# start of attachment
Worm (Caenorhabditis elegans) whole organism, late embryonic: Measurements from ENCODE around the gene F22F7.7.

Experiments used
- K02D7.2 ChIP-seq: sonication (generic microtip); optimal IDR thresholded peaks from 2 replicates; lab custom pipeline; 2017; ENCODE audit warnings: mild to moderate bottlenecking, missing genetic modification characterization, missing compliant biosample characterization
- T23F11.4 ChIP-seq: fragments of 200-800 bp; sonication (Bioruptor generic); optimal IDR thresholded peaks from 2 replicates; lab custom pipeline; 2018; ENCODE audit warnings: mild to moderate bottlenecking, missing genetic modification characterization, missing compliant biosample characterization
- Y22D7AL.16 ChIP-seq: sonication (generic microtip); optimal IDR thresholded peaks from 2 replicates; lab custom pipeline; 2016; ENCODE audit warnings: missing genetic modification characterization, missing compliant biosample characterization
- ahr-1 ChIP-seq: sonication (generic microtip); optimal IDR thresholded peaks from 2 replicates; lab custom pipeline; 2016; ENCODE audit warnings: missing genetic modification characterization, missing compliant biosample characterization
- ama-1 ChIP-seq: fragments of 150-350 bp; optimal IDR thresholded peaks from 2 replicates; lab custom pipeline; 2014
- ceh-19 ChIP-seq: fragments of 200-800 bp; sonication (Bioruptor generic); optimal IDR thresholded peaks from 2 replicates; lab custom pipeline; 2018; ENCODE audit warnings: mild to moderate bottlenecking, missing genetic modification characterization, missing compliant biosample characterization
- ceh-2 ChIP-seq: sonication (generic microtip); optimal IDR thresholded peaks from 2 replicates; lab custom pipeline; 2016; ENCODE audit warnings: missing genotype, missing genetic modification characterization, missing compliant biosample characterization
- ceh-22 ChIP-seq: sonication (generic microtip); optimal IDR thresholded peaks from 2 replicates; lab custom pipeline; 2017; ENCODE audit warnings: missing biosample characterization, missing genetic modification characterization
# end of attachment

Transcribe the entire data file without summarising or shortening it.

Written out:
Worm (Caenorhabditis elegans) whole organism, late embryonic: Measurements from ENCODE around the gene F22F7.7.

Experiments used
- K02D7.2 ChIP-seq: sonication (generic microtip); optimal IDR thresholded peaks from 2 replicates; lab custom pipeline; 2017; ENCODE audit warnings: mild to moderate bottlenecking, missing genetic modification characterization, missing compliant biosample characterization
- T23F11.4 ChIP-seq: fragments of 200-800 bp; sonication (Bioruptor generic); optimal IDR thresholded peaks from 2 replicates; lab custom pipeline; 2018; ENCODE audit warnings: mild to moderate bottlenecking, missing genetic modification characterization, missing compliant biosample characterization
- Y22D7AL.16 ChIP-seq: sonication (generic microtip); optimal IDR thresholded peaks from 2 replicates; lab custom pipeline; 2016; ENCODE audit warnings: missing genetic modification characterization, missing compliant biosample characterization
- ahr-1 ChIP-seq: sonication (generic microtip); optimal IDR thresholded peaks from 2 replicates; lab custom pipeline; 2016; ENCODE audit warnings: missing genetic modification characterization, missing compliant biosample characterization
- ama-1 ChIP-seq: fragments of 150-350 bp; optimal IDR thresholded peaks from 2 replicates; lab custom pipeline; 2014
- ceh-19 ChIP-seq: fragments of 200-800 bp; sonication (Bioruptor generic); optimal IDR thresholded peaks from 2 replicates; lab custom pipeline; 2018; ENCODE audit warnings: mild to moderate bottlenecking, missing genetic modification characterization, missing compliant biosample characterization
- ceh-2 ChIP-seq: sonication (generic microtip); optimal IDR thresholded peaks from 2 replicates; lab custom pipeline; 2016; ENCODE audit warnings: missing genotype, missing genetic modification characterization, missing compliant biosample characterization
- ceh-22 ChIP-seq: sonication (generic microtip); optimal IDR thresholded peaks from 2 replicates; lab custom pipeline; 2017; ENCODE audit warnings: missing biosample characterization, missing genetic modification characterization